THE Learning and Skills Bill has been put to bed, the budgets are bulging and, slowly, the shape of the new system is becoming clearer. There has been enough consultation for many of the remaining flaws to be our fault. Yet I'm sloping off to summer feeling a bit gloomy.
Despite the commitment of ministers to policies that provide learning opportunities from cradle to grave, the new Learning and Skills Act preserves the primacy of the young.
Unlike 16 to 19-year-olds, adults have to make do with an entitlement to free basic skills. After that they will get what is left over once the promises to the young are met.
We should remember that the Skills Task Force suggested there should be entitlements for young adults, up to level 3 (equivalent to A-level), and for adults over 25 to their first qualification at level 2 (GCSE-equivalent). Helena Kennedy was more ambitious in Learning Works, suggesting that adults needed free education up to university entrance.
The commitment to give what's left over to adults is all well and good while cash flows into education. Yet, as Baroness David remarked in the Lords, it would be better if ministers stated a clear aspiration to introduce a proper adult entitlement.
That is what Tony Blair has done with his goal that 50 per cent of young people should be in higher education. Such a statement concentrates the minds of policy-makers.
Education and employment minister Tessa Blackstone's reply to Baroness David was interesting. "At this stage," she said, "I am not able to make any commitment about there being an entitlement to adult learning. However, I shall certainly take away her suggestion, which may in the longer term be desirable."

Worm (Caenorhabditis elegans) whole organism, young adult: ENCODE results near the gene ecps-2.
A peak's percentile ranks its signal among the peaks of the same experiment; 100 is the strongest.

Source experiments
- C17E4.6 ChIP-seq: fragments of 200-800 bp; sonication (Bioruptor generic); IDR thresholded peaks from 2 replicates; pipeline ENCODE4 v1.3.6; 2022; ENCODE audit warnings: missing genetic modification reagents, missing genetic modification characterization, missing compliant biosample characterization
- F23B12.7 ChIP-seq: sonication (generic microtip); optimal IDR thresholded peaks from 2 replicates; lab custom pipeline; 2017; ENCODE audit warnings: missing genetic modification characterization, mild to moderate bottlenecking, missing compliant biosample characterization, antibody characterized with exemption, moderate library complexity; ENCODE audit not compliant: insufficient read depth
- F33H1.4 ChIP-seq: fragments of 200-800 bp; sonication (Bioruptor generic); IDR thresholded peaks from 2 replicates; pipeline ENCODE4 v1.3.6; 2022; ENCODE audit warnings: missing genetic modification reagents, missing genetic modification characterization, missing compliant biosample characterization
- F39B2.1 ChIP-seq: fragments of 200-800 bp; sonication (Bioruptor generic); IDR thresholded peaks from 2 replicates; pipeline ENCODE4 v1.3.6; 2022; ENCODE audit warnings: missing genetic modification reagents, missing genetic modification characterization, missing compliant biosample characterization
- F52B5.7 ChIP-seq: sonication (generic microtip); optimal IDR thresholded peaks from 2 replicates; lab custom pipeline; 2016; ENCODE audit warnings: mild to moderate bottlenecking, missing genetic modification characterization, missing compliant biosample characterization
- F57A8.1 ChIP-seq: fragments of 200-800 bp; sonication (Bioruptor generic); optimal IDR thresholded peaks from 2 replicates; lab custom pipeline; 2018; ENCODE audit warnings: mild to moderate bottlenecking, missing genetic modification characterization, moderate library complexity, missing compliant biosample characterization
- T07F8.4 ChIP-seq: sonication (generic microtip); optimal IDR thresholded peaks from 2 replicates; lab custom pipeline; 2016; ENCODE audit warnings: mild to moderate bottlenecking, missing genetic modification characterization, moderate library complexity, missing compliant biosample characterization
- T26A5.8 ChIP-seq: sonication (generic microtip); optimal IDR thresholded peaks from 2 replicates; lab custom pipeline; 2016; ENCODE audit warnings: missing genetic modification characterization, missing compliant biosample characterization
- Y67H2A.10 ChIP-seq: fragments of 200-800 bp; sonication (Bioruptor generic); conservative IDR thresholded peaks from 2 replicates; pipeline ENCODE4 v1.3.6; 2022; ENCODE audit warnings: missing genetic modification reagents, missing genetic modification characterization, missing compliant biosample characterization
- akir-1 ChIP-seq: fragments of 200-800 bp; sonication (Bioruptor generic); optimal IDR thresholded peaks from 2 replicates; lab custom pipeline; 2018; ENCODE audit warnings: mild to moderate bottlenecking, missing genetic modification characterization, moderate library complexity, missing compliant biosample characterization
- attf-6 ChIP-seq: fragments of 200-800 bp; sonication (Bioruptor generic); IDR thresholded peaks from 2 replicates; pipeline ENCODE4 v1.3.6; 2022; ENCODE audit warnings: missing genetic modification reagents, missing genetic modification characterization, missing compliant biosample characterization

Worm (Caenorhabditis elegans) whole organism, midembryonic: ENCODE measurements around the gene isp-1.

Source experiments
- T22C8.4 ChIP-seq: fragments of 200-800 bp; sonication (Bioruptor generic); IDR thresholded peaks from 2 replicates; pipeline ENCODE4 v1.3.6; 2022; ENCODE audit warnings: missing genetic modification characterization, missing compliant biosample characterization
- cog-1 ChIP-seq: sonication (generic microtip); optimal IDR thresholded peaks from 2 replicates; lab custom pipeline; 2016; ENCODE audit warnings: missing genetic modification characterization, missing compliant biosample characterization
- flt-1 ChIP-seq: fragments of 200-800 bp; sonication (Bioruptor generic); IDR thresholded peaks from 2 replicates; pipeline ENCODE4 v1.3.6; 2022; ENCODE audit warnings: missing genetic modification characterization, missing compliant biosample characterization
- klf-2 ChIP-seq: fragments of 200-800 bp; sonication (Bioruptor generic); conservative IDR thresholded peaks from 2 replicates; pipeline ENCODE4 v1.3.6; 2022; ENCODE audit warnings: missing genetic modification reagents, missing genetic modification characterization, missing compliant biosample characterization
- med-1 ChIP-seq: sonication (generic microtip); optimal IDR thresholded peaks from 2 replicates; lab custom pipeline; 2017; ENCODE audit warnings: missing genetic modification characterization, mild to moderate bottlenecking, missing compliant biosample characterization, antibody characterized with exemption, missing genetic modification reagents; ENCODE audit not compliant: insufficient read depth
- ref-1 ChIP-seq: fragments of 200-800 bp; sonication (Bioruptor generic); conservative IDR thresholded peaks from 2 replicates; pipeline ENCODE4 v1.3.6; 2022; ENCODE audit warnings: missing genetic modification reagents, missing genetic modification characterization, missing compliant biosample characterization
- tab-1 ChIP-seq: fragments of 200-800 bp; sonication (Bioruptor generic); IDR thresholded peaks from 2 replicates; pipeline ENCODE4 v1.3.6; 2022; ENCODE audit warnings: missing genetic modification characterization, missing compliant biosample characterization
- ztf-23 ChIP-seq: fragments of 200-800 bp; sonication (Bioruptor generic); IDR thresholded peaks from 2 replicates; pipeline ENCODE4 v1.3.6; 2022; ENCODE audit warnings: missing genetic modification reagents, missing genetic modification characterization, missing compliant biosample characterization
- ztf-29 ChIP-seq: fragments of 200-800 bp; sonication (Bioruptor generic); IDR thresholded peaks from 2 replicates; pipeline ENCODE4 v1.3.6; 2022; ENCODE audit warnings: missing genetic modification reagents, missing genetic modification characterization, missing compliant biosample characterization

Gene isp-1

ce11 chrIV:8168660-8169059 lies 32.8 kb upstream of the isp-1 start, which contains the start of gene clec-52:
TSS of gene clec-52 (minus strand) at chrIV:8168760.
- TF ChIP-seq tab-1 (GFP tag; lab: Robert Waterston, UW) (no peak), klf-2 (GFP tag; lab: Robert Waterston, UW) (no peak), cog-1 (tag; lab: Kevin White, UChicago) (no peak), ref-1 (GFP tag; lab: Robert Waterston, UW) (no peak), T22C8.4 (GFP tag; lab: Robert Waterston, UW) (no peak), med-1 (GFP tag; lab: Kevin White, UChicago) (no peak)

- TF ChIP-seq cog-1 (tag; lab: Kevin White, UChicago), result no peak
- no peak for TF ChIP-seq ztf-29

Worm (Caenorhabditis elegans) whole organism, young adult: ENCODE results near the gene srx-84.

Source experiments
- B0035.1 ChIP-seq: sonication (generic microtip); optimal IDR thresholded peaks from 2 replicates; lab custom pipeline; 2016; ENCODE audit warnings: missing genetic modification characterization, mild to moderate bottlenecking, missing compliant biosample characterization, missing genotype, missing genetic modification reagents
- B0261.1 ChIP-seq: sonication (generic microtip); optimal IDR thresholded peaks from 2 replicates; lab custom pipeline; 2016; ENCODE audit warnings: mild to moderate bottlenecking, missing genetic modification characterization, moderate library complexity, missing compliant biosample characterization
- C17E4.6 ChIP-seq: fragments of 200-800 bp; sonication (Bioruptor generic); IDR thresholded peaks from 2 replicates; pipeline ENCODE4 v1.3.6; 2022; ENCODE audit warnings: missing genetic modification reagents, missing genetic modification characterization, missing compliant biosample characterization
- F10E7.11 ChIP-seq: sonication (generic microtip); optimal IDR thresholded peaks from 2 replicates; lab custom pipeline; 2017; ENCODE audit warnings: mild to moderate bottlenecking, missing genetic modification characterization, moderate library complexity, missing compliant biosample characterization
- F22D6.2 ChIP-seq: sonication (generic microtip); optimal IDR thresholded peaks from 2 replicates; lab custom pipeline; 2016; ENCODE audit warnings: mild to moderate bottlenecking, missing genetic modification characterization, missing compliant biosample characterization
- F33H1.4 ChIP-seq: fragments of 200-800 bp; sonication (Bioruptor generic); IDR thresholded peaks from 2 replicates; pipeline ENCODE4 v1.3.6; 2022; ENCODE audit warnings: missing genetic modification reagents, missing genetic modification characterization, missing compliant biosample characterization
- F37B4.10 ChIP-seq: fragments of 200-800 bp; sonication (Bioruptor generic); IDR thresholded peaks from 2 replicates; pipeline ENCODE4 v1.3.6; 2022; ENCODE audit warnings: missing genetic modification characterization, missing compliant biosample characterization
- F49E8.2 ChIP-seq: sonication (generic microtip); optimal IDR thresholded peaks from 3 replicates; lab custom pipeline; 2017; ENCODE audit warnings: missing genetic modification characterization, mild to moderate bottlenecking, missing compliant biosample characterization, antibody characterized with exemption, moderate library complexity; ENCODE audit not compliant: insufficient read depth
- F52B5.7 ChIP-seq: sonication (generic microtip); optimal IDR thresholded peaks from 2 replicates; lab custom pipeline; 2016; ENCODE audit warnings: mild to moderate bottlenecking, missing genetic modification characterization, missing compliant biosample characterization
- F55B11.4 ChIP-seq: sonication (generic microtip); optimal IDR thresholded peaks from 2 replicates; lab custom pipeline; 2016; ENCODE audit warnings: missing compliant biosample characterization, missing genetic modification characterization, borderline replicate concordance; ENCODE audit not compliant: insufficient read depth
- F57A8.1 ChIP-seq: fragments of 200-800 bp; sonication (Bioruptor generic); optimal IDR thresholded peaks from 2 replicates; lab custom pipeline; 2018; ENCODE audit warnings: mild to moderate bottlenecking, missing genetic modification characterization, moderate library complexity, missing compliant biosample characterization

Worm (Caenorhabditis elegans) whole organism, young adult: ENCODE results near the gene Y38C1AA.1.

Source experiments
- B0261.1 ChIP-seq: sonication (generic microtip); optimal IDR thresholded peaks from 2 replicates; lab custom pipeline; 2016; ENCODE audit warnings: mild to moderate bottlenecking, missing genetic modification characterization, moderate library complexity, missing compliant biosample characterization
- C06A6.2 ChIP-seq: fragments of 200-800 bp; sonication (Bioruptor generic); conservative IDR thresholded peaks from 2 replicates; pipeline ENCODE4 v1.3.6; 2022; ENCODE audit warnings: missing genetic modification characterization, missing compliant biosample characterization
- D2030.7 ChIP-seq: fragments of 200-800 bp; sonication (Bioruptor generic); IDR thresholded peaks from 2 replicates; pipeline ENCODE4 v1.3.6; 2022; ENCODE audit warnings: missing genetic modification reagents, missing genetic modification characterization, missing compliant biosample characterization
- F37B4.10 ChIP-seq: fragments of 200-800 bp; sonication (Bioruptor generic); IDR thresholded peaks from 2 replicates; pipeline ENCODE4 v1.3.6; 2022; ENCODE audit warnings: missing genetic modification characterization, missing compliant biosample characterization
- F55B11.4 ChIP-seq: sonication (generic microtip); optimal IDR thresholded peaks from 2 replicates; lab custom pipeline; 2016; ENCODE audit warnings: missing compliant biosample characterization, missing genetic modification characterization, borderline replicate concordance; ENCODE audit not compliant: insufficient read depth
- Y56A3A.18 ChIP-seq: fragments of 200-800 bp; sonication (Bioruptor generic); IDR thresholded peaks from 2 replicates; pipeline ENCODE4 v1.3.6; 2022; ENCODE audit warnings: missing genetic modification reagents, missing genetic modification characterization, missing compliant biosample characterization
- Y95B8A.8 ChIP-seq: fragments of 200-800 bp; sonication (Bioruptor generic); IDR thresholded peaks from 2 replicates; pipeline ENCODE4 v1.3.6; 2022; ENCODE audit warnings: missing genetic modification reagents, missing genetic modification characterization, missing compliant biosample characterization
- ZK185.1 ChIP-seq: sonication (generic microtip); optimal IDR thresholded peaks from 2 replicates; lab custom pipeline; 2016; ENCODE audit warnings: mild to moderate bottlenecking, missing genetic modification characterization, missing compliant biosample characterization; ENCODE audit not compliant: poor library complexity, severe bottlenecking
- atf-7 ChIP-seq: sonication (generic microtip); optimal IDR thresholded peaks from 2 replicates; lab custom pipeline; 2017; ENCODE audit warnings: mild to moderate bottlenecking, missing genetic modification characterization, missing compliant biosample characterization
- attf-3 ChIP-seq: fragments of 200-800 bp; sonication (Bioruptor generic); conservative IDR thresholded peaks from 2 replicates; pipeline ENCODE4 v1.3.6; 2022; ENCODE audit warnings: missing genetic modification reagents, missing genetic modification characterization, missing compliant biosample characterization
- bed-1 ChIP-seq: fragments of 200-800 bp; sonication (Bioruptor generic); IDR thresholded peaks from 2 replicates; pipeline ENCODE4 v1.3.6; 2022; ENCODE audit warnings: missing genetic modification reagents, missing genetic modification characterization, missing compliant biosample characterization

I should, of course, feel pleased by the hint of a better future. But it is the word "may" I have a problem with. Of course, it might merely be evidence of the fiscal caution. I hope it does not mean that the old fashioned Treasury view - that adult learning isan optional extra - lingers near the heart of government. There is still plenty of work to do to turn the Act into a workable system.
Many of the details of the funding formula are still to be sorted out. I hope that as much as possible of the adult and community learning curriculum gets built in to it from the beginning. That will involve modelling work, to make sure that there are no unintended financial consequences for providers.
Voluntary agencies need much better briefing to play their role in the new arrangements, and many local learning partnerships have some way to go to include the full range of providers.
I think, though, that the largest challenge lies with those committed to widening participation. To serve the needs of the learning poor, who have their best chance of learning at work, new alliances will be needed.
The new learning and skills structure will bring education and training closer together. But the trick will be to think how we can better serve the needs of part-time and temporary workers, who often have too little free time to study outside work.
Workplaces and community settings alike can be sites to tackle exclusion. But using a workplace might raise a question about who pays for what. Hence the case for defining what the state will
provide in an adult entitlement.
When he came into office David Blunkett talked about the patience needed to change policy affecting adults, and compared the task with turning round an oil tanker. Much has been achieved, but little is written into the Act. As a result another administration, or different ministerial priorities in this administration could easily reverse many of the gains.
And that is the source of my gloom. So much to feel pleased about that it feels churlish to point out that there is not enough in the Act to secure the future adult learning deserves.
Alan Tuckett is director of the National Institute of Adult Continuing Education